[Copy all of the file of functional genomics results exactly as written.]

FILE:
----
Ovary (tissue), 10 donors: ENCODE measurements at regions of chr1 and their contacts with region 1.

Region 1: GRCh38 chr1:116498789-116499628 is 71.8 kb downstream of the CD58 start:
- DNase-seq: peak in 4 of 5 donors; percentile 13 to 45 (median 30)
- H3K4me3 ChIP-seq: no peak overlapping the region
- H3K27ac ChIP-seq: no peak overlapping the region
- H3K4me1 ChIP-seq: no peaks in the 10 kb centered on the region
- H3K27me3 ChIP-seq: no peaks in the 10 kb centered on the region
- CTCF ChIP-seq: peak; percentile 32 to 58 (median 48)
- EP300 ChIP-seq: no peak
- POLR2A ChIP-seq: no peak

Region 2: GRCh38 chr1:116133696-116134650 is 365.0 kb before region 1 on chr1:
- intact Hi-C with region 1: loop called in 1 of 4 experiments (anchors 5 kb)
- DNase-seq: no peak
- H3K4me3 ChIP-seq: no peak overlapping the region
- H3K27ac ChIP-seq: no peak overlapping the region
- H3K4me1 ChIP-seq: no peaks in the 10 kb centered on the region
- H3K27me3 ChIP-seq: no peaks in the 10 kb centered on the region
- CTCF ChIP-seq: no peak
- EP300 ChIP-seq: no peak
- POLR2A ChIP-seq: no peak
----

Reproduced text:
Ovary (tissue), 10 donors: ENCODE measurements at regions of chr1 and their contacts with region 1.

Region 1: GRCh38 chr1:116498789-116499628 is 71.8 kb downstream of the CD58 start:
- DNase-seq: peak in 4 of 5 donors; percentile 13 to 45 (median 30)
- H3K4me3 ChIP-seq: no peak overlapping the region
- H3K27ac ChIP-seq: no peak overlapping the region
- H3K4me1 ChIP-seq: no peaks in the 10 kb centered on the region
- H3K27me3 ChIP-seq: no peaks in the 10 kb centered on the region
- CTCF ChIP-seq: peak; percentile 32 to 58 (median 48)
- EP300 ChIP-seq: no peak
- POLR2A ChIP-seq: no peak

Region 2: GRCh38 chr1:116133696-116134650 is 365.0 kb before region 1 on chr1:
- intact Hi-C with region 1: loop called in 1 of 4 experiments (anchors 5 kb)
- DNase-seq: no peak
- H3K4me3 ChIP-seq: no peak overlapping the region
- H3K27ac ChIP-seq: no peak overlapping the region
- H3K4me1 ChIP-seq: no peaks in the 10 kb centered on the region
- H3K27me3 ChIP-seq: no peaks in the 10 kb centered on the region
- CTCF ChIP-seq: no peak
- EP300 ChIP-seq: no peak
- POLR2A ChIP-seq: no peak